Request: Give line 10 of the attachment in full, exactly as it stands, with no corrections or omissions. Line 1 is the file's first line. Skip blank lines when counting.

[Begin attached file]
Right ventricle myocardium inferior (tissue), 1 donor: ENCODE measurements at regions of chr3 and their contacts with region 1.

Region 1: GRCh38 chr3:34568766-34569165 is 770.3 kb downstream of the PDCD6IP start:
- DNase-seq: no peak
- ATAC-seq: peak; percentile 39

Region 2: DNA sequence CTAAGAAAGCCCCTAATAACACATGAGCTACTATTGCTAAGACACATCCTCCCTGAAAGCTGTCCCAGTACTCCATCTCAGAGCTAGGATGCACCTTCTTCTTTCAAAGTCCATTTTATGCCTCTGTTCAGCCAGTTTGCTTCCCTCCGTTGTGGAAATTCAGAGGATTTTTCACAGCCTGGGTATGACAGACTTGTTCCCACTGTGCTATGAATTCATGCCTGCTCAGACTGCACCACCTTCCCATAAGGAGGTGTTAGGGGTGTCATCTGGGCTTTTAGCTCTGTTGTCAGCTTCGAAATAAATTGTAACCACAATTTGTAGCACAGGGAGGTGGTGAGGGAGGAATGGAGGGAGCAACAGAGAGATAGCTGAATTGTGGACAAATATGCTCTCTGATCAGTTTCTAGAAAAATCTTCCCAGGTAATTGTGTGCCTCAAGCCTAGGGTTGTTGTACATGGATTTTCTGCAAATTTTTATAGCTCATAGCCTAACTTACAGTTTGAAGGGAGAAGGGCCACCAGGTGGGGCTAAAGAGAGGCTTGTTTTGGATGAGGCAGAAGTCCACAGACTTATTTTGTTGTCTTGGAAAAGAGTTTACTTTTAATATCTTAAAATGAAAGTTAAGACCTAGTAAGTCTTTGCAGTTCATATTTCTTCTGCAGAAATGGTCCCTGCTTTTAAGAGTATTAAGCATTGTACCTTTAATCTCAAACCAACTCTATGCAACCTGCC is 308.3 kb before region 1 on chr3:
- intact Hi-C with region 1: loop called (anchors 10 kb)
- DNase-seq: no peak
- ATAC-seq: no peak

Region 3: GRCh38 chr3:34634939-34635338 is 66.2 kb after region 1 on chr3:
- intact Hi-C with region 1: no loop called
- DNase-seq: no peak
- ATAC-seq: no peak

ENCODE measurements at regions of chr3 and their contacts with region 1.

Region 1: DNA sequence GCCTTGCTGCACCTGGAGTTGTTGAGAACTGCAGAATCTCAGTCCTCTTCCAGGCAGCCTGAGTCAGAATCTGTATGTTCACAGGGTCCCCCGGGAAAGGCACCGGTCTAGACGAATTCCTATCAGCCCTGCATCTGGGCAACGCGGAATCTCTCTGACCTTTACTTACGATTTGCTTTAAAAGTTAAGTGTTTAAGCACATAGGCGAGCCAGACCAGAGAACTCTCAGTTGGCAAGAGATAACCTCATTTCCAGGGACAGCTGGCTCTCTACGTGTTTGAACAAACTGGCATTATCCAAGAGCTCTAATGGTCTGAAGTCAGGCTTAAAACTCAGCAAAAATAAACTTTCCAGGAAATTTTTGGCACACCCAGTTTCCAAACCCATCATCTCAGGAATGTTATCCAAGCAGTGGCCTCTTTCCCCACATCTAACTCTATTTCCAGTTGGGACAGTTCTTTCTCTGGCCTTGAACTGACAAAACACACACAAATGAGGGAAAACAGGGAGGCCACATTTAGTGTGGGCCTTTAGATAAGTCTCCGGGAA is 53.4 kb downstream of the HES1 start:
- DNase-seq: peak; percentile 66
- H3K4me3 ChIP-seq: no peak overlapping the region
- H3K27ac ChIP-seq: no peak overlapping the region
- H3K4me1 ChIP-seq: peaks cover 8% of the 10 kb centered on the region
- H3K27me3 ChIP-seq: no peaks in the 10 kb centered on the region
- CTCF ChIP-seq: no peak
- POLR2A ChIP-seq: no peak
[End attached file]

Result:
- intact Hi-C with region 1: no loop called